Hobbes and History

Hobbes and History

Hobbes and History

Hobbes and History


Popularly known as political philosophy, much of Thomas Hobbes' work can be read as historical commentary, this text explores the relation of Hobbes' work to history as a branch of learning, taking up such questions as the philosophy of history.


Tom Sorell

This is not a book about Hobbes’s place in history, but rather his relation to history as a branch of learning. It is a complex relation. Hobbes’s first publication was a translation of a work of history—Thucydides’s account of the Peloponnesian wars. One of his late major writings, Behemoth, was a work of history of his own—an account of the English Civil War. Some of his minor writings were also works of history, though they often broke the conventions of their ostensible genre. As for his best-known works, although they purport to take up perennial questions about the state, they can be read as commentary on events that were then very recent history. And these same works and others take up questions in the philosophy of history, notably the Baconian question of how histories—both natural and civil—compare with the corresponding branches of science or philosophy. Finally, there are many places in Hobbes’s writings where he ponders or experiments with the rhetorical possibilities of written history. All of these uses of, and preoccupations with, history are taken up in what follows. There are ten papers, divided into two sequences. The first five are concerned with Hobbes’s view of the nature of history, which can be reconstructed from his uses of history as much as from his comments about its nature and method. The second five take up works of history that Hobbes either wrote or is closely identified with.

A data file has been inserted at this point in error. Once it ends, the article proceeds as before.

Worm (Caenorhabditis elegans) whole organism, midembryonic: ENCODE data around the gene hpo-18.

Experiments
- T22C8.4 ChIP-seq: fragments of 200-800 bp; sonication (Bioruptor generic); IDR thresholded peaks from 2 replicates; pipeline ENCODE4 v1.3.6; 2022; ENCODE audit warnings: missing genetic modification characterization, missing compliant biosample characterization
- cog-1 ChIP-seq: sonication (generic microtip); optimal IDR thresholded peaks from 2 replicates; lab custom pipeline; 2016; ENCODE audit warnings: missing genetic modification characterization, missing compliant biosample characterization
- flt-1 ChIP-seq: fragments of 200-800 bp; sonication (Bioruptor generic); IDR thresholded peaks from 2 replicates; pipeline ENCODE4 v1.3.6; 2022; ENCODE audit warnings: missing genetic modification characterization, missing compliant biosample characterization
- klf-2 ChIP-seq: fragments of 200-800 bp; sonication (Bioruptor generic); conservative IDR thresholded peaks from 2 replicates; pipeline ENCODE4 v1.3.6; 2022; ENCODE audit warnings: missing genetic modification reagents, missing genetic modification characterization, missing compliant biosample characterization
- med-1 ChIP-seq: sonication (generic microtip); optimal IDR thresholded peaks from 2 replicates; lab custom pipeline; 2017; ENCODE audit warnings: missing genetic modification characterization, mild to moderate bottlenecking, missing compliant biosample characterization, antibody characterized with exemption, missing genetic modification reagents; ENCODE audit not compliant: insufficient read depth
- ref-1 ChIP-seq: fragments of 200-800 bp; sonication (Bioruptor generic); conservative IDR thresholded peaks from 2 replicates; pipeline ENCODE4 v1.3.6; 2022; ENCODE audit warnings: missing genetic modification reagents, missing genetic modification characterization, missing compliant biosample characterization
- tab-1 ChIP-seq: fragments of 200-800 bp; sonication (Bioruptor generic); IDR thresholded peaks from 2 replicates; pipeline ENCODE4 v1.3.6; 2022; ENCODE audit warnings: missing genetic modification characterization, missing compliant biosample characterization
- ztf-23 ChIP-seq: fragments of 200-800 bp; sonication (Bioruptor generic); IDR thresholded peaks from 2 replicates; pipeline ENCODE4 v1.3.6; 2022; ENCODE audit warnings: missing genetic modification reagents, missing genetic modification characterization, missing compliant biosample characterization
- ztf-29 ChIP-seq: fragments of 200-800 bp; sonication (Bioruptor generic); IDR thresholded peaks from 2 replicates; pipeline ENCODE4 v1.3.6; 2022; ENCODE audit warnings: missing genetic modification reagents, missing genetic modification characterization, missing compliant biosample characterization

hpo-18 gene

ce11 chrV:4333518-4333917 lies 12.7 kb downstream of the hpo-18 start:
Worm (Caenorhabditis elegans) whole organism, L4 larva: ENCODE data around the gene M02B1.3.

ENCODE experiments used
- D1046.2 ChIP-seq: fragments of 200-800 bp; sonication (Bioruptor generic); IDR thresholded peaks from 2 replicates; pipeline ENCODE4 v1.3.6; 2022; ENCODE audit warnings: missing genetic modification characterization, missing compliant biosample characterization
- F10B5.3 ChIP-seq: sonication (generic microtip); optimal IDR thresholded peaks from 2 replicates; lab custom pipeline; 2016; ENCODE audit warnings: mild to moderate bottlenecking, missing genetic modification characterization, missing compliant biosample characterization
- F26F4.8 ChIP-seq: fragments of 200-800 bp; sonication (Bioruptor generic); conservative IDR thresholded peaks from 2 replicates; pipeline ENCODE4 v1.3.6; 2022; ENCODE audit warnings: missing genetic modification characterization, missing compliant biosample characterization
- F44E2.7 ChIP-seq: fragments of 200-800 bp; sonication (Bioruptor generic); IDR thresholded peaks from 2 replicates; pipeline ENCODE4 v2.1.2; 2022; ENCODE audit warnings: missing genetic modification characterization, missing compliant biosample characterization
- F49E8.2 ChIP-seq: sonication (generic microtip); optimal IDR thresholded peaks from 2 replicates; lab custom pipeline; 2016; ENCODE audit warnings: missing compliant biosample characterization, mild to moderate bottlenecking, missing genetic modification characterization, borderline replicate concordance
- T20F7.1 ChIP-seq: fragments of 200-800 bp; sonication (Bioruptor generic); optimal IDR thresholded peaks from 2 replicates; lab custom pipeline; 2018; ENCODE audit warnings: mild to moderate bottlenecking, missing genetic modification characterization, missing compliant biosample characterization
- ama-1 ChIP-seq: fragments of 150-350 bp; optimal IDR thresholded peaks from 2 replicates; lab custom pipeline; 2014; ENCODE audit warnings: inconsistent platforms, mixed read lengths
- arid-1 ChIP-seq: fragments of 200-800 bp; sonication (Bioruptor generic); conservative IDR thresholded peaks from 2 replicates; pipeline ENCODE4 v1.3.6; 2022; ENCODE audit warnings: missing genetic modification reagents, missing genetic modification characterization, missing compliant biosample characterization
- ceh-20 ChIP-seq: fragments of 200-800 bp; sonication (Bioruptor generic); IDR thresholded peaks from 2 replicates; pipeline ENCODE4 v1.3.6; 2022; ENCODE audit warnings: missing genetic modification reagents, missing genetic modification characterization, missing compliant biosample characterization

Hobbes on history

Karl Schuhmann’s opening essay summarizes Hobbes’s views under his division of histories into natural and civil, and his revision of the traditional tripartite structure of natural, human and divine histories. Hobbes was condescending toward natural history, comparing it very unfavourably to natural science. Considered as a sort of great list of observations and findings, natural history often seemed to Hobbes to be unreliable. Many ‘facts’ recorded in natural histories were nothing of the kind, and even when an experiment or observation had been made by oneself or in one’s presence, the real work of natural science—tracing it to its probable causes—had still

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